help me remember to eat and sleep during convention weekends
February 26, 2013 4:07 AM   Subscribe

I go dancing at event weekends where there is fun stuff happening 20 hrs/day. I want to do all the things, but if I try, I wind up exhausted by day 3. How do I keep myself on track for basic functions like eating and sleeping while doing as many fun things as possible?

At these events, there are workshops/competitions during the daytime, things to watch during the evening, and social dancing that runs late evening to early morning (say 7am). Typically I will stay up until 5 or 6am, which wrecks my sleep schedule, and b/c my internal clock doesn't let me sleep in, I will be up by midmorning 5hrs later. I try to take naps but am not very good at it.

I also fail to keep myself eating enough partly due to the irregular schedule and partly due to being distracted by all the fun things. My plan is to carry around more food so that I can constantly snack, and schedule in basic maintenance, but it's possible that the main issue is that given a choice between fun things and eating/sleeping that I'm prioritizing the fun things. Any suggestions on how to keep myself more healthy while doing all the things?
posted by tangaroo to Health & Fitness (11 answers total) 3 users marked this as a favorite
If you're not doing this all the time, then not sleeping that much for one weekend isn't the end of the world. Just nap when you get tired during the event.
posted by empath at 4:19 AM on February 26, 2013

These events are about more than dancing. Grab a couple (new!) friends and eat or get coffee. Odds are, some of them have such needs too. If that doesn't sound fun, contemplate how all-dancing is not sustainable and in fact toxic in the long run of this hobby you love.
posted by tintexas at 4:31 AM on February 26, 2013

Best answer: In sci-fi conventions, we have Bob Passavoy's 5-2-1 Rule. Each day that you're at a convention, you are required to get:

*5 hours of sleep. And please note that caffeine is not an appropriate substitute for sleep, no matter how much you've had.
*2 solid meals. I mean real, well-balanced meals--a can of Red Bull with a side of M&Ms does not count as a meal. Snacks in general are not good substitutes; they may seem like a good and cheap idea beforehand, but you will tire of them. Try for the healthy options now and then, like a salad or a grilled chicken sandwich instead of a hamburger. Heavier foods may seem more satisfying in the gut at the time, but in the long run, eating less fatty, greasy food will help keep your energy up better.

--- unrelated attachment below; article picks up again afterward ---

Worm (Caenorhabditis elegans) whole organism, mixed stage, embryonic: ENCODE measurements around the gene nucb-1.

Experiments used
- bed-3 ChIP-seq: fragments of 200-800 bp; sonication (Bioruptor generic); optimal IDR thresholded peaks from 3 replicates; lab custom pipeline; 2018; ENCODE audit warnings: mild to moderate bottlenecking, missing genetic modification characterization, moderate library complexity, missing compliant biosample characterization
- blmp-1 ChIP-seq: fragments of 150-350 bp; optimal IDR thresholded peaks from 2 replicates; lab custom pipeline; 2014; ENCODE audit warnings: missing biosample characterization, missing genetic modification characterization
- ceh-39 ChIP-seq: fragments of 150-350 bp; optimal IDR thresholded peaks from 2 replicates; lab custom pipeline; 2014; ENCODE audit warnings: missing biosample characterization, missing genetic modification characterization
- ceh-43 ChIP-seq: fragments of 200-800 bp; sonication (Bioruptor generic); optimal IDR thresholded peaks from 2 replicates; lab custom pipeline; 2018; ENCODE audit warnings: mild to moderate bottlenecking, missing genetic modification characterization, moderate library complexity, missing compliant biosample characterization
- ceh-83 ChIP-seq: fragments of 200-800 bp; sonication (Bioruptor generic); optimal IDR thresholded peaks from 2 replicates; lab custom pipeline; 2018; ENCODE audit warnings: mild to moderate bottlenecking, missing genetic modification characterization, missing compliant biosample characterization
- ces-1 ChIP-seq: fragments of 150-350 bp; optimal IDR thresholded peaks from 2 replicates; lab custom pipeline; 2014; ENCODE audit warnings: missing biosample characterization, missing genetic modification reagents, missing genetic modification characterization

*1 shower/bath. This is priority. You’re supposed to have eight hours of sleep each night; most cons will settle for five. You’re supposed to eat three meals a day; most cons are happy with a double visit to Burger King. But when it comes to hygiene, no convention will budge. Even if you only take three showers all year, take them all the weekend of your con. Con Funk is not pleasant for your fellow con-goers. It's bad enough at sci-fi cons; I can't imagine entering a confined space that also contains a hardcore dancer who hasn't lathered himself/herself up since Thursday. Don't be that guy.

The easiest way to make sure you follow the 5-2-1 rule is to have a convention buddy or buddies to help you follow it. Make plans to meet a buddy for breakfast and supper to talk about that great workshop you're getting ready to go to/just went to. When you see your buddies heading to their hotel rooms for bed, that's gonna be your cue to go put in your five hours of sleep.

And you're a dancer--listen to your body! If your feet start to hurt, you'd assume your body was trying to tell you something and take appropriate action, right? Well, if you start yawning, listen to your body and go the heck to bed! It's telling you it needs rest, not for you to jack it up on caffeine so you can keep going. Set yourself a hard limit of hitting the sheets at 1am or 2am, then you can sleep and bounce up at 6 or 7am.
posted by magstheaxe at 5:05 AM on February 26, 2013 [6 favorites]

Best answer: I agree if it's not every weekend, it's not that big of a deal.

I help run an event that while is not physically taxing as dancing, does keep me running around quite a bit for about 4 days straight. Other than a steady supply of Clif Bars (or your energy bar of choice) and veggie jerky (or your meat jerky of choice) that I always have on me, I also have a steady supply of coffee and water. Close friends and I also task each other with reminders to eat any time we see each other.

I've also realized I'm just going to miss out on some things and I'm OK with that.

Even if you don't nap, just resting somewhere -- finding a quiet place to sit for a bit -- does wonders.

And I've found it helps to take the Monday off after such events to decompress/rest. That may not always work, depending on how often these events are for you.
posted by darksong at 5:12 AM on February 26, 2013